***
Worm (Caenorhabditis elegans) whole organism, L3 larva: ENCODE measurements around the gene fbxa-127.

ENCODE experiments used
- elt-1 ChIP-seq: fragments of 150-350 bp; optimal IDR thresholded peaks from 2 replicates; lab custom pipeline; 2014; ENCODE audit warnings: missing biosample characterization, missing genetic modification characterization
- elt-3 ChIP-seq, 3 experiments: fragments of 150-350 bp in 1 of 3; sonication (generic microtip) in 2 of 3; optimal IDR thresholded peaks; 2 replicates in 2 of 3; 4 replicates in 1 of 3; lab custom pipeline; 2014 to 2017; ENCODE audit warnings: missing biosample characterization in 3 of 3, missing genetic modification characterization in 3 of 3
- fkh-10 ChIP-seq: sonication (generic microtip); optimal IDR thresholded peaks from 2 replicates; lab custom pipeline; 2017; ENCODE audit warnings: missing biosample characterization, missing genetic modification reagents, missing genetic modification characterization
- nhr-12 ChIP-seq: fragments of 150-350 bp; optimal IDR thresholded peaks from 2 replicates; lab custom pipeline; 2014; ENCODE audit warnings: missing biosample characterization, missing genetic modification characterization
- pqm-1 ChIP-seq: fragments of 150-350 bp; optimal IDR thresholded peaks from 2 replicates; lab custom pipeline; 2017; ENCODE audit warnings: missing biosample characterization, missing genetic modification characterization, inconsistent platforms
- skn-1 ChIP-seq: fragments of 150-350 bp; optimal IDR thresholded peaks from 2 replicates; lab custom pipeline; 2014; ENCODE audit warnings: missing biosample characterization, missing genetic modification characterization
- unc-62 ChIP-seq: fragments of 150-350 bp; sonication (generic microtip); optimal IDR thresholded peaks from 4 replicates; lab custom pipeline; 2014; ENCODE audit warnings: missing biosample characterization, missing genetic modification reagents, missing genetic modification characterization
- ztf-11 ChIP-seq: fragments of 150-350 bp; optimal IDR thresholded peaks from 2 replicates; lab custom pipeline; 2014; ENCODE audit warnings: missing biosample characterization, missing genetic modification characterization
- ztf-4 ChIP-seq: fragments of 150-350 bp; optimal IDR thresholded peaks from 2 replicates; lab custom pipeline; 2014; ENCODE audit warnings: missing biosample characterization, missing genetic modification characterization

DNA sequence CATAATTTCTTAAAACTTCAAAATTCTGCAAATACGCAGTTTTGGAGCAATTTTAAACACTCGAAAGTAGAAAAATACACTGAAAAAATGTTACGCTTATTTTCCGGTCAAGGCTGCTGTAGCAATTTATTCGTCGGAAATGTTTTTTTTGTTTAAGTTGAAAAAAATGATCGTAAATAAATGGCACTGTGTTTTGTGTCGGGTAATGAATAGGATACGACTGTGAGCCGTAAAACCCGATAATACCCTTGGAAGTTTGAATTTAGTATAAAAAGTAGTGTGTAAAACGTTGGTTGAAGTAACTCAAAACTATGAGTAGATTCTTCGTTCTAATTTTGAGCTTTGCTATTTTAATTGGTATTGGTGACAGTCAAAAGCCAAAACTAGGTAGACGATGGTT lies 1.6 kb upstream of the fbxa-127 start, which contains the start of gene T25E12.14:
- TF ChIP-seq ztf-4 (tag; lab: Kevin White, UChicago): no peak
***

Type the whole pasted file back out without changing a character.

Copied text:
Worm (Caenorhabditis elegans) whole organism, L3 larva: ENCODE measurements around the gene fbxa-127.

ENCODE experiments used
- elt-1 ChIP-seq: fragments of 150-350 bp; optimal IDR thresholded peaks from 2 replicates; lab custom pipeline; 2014; ENCODE audit warnings: missing biosample characterization, missing genetic modification characterization
- elt-3 ChIP-seq, 3 experiments: fragments of 150-350 bp in 1 of 3; sonication (generic microtip) in 2 of 3; optimal IDR thresholded peaks; 2 replicates in 2 of 3; 4 replicates in 1 of 3; lab custom pipeline; 2014 to 2017; ENCODE audit warnings: missing biosample characterization in 3 of 3, missing genetic modification characterization in 3 of 3
- fkh-10 ChIP-seq: sonication (generic microtip); optimal IDR thresholded peaks from 2 replicates; lab custom pipeline; 2017; ENCODE audit warnings: missing biosample characterization, missing genetic modification reagents, missing genetic modification characterization
- nhr-12 ChIP-seq: fragments of 150-350 bp; optimal IDR thresholded peaks from 2 replicates; lab custom pipeline; 2014; ENCODE audit warnings: missing biosample characterization, missing genetic modification characterization
- pqm-1 ChIP-seq: fragments of 150-350 bp; optimal IDR thresholded peaks from 2 replicates; lab custom pipeline; 2017; ENCODE audit warnings: missing biosample characterization, missing genetic modification characterization, inconsistent platforms
- skn-1 ChIP-seq: fragments of 150-350 bp; optimal IDR thresholded peaks from 2 replicates; lab custom pipeline; 2014; ENCODE audit warnings: missing biosample characterization, missing genetic modification characterization
- unc-62 ChIP-seq: fragments of 150-350 bp; sonication (generic microtip); optimal IDR thresholded peaks from 4 replicates; lab custom pipeline; 2014; ENCODE audit warnings: missing biosample characterization, missing genetic modification reagents, missing genetic modification characterization
- ztf-11 ChIP-seq: fragments of 150-350 bp; optimal IDR thresholded peaks from 2 replicates; lab custom pipeline; 2014; ENCODE audit warnings: missing biosample characterization, missing genetic modification characterization
- ztf-4 ChIP-seq: fragments of 150-350 bp; optimal IDR thresholded peaks from 2 replicates; lab custom pipeline; 2014; ENCODE audit warnings: missing biosample characterization, missing genetic modification characterization

DNA sequence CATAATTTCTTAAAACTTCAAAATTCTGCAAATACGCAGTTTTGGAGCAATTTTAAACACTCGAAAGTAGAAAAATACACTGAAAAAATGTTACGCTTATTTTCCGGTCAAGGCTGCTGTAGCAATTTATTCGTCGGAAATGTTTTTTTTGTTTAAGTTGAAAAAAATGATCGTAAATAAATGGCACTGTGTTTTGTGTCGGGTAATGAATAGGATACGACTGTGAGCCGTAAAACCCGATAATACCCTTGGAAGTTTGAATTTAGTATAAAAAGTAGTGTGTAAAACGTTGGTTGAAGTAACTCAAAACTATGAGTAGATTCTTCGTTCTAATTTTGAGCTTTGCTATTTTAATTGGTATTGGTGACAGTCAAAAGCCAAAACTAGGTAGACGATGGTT lies 1.6 kb upstream of the fbxa-127 start, which contains the start of gene T25E12.14:
- TF ChIP-seq ztf-4 (tag; lab: Kevin White, UChicago): no peak